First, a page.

Our dietary habits—that is, the way we eat—probably influence our health even more than the foods we choose to eat. Developing good dietary habits should begin as early as possible, because these habits will help or hinder us for life. Once they are “under our belt,” so to speak, they are very difficult to change. For example, obesity is as much a result of how we eat as it is of what we eat. Overeating, eatinglate at night, or eating too many different foods at a meal can weaken our digestive functions and make it much easier to gain weight. Overeating at meals and snacking between meals are common eating problems, and often these habits are picked up from other family members during our developmental years. The focus on food and the socialization around eating are family dynamics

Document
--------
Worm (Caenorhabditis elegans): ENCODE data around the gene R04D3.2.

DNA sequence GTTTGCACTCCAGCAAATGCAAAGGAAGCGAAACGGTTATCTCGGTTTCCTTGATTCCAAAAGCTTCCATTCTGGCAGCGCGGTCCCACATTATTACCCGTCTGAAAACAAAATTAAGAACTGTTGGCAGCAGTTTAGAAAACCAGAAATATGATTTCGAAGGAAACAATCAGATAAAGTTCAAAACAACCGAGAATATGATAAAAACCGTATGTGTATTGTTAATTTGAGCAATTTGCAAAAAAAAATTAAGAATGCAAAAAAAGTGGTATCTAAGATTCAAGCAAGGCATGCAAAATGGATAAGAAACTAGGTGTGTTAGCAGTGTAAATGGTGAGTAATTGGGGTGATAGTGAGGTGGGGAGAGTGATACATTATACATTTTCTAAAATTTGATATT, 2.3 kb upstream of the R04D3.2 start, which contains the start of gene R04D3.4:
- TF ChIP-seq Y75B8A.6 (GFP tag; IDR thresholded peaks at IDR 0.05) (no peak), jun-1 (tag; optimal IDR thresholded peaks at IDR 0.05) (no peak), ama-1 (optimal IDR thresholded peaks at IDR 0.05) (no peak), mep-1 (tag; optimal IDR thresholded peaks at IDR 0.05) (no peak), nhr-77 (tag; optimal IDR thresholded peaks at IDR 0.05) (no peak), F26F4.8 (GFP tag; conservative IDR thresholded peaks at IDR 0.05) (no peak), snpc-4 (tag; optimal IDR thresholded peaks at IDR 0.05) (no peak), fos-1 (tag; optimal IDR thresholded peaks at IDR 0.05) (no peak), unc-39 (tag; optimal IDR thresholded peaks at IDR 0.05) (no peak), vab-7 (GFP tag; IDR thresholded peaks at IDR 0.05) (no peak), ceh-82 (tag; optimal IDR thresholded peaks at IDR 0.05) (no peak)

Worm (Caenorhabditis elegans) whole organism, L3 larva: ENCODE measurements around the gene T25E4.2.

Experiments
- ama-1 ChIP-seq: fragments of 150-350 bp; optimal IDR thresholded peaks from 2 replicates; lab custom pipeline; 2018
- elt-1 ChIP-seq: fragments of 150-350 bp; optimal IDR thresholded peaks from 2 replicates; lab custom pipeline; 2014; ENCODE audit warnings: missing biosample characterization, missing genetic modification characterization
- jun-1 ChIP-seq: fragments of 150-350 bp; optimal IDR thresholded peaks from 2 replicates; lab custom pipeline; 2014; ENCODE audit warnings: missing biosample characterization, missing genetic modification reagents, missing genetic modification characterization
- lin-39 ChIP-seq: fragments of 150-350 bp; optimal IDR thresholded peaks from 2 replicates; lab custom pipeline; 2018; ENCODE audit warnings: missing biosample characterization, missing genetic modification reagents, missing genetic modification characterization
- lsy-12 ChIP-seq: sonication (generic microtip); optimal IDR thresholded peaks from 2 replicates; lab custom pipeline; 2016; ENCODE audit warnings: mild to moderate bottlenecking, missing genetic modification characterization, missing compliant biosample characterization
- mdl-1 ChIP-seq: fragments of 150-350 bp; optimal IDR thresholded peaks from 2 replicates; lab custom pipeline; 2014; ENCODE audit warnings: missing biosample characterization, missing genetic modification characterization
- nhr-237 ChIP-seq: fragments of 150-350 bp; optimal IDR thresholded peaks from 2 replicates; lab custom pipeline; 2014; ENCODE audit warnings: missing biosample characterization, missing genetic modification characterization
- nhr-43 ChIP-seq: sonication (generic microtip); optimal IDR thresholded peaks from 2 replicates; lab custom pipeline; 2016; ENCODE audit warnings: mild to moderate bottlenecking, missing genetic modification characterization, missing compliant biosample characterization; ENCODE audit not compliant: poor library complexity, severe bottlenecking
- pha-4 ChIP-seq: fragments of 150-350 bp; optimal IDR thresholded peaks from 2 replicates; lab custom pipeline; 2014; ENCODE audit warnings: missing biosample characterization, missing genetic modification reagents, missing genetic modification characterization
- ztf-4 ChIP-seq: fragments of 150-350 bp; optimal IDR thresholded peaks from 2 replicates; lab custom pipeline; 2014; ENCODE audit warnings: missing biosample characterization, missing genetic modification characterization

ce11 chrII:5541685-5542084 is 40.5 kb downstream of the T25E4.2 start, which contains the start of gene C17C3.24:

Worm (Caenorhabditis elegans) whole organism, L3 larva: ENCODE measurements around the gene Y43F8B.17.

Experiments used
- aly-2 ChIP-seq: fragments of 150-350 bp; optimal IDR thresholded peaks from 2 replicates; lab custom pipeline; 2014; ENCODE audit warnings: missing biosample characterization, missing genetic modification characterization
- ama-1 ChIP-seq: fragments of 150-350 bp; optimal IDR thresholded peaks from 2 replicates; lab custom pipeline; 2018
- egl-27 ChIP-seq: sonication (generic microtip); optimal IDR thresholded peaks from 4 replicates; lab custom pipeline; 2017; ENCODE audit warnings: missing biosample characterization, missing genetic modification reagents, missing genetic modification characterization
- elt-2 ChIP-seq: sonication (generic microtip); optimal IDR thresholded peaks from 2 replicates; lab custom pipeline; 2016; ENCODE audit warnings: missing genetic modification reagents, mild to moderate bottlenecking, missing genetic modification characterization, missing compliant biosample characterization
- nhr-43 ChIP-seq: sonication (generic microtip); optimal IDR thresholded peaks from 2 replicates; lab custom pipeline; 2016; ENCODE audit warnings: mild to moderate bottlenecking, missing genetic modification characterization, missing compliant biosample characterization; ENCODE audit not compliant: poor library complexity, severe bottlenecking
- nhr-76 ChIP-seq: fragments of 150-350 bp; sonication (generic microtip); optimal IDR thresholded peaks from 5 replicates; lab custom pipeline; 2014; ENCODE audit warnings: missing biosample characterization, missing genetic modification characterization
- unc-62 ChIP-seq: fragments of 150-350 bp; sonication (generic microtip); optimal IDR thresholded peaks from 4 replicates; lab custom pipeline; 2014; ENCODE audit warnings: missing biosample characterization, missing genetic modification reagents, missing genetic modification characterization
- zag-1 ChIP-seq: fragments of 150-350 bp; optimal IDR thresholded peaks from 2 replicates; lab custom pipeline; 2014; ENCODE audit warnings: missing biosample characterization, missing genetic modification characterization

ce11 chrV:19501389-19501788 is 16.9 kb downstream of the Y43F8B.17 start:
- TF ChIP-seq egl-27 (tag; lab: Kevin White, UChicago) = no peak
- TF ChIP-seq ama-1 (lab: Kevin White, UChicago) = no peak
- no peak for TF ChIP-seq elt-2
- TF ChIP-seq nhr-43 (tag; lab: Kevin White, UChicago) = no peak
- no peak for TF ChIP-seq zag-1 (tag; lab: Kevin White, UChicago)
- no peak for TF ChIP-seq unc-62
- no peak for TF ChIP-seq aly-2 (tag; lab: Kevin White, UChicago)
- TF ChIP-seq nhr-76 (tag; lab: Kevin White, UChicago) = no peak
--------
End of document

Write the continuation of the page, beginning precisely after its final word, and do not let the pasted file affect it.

that become deep-seated very early. Our psychological and emotional states are often tied into habits such as these. Equating food with love or prosperity, and eating for emotional satisfaction or security, are powerful psychological factors which are influenced by eating patterns and problems. Thus, weight reduction is a significant challenge that encompasses major shifts in our psyche, attitudes, emotions, and, hopefully, our physique.

Specific food attractions are also part of our personal eating pattern. These likes and dislikes often develop when we are children and are usually difficult to change. They also influence our health and weight. Breads, pastas, meats, peanut butter, chips, ice cream, fried foods, sugars, hot dogs, hamburgers, and french fries are not our most healthful foods, but these are surely in greater demand than carrots, celery, and apples. The Western family’s attraction to fatty foods continues to influence children, teenagers, and young adults, toward the trend of obesity and cardiovascular disease.